CCHE also gives nod to undergraduate Bioengineering degree

University Communications

The University of Colorado Denver is introducing a new pre-professional bachelor’s degree to its undergraduate offerings. The Board of Regents and Colorado Department of Higher Education (CCHE) approved the new Bachelor of Science In Architecture this week.

The four-year degree completes the scope of architecture programs now offered in CU Denver’s College of Architecture and Planning (CAP), allowing for the first time students at the Denver campus to earn an undergraduate degree in architecture. Transfer students can enroll in the Bachelor of Science in Architecture (BS Arch) program beginning January 2013, and freshmen in Fall 2013. Until recently, the College of Architecture and Planning at the Denver Campus offered only master’s and doctoral degrees with undergraduates earning their bachelor’s on the Boulder Campus with a degree in environmental design.

“The introduction of the bachelor of science in architecture allows students truly interested in architecture and planning not only to earn an undergraduate degree but to seamlessly continue their advanced degree studies all on the same campus,” said Roderick Nairn, PhD, provost at the University of Colorado Denver | Anschutz Medical Campus.

Comprehensive internal and external reviews of programs on both campuses recommended that CU Denver provide an undergraduate, pre-professional degree in architecture while CU-Boulder aligns its environmental design program with the campus’ existing strengths in environmental sciences and engineering. The separation of the Denver and Boulder programs is a multi-year process that began in July.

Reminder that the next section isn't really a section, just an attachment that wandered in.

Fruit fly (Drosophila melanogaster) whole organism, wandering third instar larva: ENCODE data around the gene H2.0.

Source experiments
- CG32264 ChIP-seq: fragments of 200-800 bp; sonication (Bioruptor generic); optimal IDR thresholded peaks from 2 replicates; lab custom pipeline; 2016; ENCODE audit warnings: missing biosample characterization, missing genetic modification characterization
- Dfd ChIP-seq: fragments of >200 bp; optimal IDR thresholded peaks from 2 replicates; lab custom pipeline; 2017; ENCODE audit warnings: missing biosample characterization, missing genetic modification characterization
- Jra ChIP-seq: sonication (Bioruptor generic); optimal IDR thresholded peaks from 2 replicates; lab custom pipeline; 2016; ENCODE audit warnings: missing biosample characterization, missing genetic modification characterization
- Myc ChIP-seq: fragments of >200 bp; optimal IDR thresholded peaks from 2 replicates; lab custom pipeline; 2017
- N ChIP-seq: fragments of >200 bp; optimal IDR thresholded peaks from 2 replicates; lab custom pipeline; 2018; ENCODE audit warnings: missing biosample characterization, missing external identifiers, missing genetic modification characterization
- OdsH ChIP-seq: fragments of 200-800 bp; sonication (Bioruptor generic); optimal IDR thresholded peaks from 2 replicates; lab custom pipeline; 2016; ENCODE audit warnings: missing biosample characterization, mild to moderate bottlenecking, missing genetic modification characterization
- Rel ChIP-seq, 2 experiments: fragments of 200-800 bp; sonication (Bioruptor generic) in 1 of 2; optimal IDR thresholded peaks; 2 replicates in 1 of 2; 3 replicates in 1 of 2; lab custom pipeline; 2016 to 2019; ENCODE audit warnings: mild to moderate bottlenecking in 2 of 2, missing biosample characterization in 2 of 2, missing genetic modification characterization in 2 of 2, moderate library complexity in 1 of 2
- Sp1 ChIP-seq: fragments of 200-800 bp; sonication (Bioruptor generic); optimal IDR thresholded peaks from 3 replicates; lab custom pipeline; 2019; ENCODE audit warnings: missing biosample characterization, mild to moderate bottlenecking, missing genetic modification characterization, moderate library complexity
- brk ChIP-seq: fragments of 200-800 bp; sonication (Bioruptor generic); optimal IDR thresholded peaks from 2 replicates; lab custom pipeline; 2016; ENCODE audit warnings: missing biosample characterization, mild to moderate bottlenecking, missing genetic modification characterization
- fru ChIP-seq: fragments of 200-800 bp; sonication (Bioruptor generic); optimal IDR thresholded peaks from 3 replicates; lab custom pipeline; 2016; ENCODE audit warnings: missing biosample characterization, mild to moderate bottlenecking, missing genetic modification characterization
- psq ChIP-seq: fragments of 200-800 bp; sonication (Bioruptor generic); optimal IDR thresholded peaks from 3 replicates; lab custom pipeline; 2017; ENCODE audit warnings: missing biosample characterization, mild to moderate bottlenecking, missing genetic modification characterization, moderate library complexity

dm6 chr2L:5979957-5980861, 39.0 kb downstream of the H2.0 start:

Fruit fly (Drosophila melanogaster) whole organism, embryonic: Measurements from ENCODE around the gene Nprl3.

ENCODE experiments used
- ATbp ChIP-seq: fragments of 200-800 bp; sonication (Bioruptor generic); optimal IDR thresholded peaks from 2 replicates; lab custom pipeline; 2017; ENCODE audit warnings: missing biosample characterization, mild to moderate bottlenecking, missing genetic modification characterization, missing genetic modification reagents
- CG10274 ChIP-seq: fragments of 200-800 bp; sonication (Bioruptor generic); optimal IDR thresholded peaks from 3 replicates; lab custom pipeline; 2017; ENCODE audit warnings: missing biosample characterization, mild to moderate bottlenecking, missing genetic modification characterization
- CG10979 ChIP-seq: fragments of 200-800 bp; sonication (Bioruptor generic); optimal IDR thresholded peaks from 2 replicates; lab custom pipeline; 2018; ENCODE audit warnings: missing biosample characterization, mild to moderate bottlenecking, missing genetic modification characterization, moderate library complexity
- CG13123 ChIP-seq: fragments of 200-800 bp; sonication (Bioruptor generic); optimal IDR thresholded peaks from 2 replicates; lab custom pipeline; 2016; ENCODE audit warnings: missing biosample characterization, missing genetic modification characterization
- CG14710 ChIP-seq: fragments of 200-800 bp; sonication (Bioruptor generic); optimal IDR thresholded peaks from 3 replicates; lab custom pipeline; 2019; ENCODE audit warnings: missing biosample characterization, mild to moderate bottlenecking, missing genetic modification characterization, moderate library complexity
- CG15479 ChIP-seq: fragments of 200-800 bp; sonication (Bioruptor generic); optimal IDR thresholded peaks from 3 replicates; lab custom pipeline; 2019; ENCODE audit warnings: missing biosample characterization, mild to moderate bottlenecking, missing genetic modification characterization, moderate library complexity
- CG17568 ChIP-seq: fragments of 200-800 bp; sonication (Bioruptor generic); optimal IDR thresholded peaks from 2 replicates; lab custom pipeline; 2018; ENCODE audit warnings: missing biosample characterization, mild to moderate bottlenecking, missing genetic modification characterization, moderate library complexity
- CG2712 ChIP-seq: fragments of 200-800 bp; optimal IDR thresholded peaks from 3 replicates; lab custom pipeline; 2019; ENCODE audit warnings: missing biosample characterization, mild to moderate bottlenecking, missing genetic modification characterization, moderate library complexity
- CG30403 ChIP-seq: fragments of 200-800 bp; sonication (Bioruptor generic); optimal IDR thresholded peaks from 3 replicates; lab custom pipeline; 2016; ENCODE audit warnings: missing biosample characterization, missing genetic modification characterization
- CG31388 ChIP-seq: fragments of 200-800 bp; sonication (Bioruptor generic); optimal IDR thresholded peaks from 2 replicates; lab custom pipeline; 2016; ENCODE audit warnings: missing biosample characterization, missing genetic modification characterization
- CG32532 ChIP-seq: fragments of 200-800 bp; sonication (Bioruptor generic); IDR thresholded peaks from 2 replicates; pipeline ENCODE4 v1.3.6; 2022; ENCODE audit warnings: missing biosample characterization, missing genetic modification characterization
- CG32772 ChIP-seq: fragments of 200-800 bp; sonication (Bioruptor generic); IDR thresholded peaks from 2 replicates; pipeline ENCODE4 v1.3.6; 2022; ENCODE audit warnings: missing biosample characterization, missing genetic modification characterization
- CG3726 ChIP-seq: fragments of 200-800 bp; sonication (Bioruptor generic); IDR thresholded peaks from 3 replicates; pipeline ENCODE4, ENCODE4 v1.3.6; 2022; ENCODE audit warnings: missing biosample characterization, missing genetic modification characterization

“We see a clear need for an undergraduate architecture program in Denver to support both students and the architecture community,” said Mark Gelernter, dean of CU Denver’s College of Architecture and Planning. “Architects in the 21st century will work increasingly in urban centers, and learning design in a city fast rising to national and international prominence will give these students a competitive edge.”

The U.S. Department of Labor’s Bureau of Labor Statistics projects a 23.1 percent increase in workforce demand for architects between 2010 and 2020. This program enables graduates to pursue careers as architects, architectural designers, urban designers, interior designers, and other fields connected to the design and construction industries.   Graduates also will be able to enter accredited professional graduate programs throughout the country as well as at CU Denver in architecture, landscape architecture, planning, historic preservation and urban design.

Interested students can email [email protected] or call 303.556.3382.

“This degree will provide students with a challenging, highly multi-disciplinary educational experience in one of the fastest growing job markets,” said Professor Robin Shandas, PhD, program chair. “The program will emphasize real-world design of medical devices and technologies from the freshman year onward.”  ​

The first two years of the program will consist of classes within the general education core curriculum and pre-major classes in mathematics, biology, chemistry, physics, and bioengineering. These classes will be delivered at the Denver campus. The third and fourth years will offer students the choice of tracks (initial tracks will be in biomedical devices and biomechanics and imaging instrumentation and diagnostics) taught primarily at the Anschutz Medical Campus.


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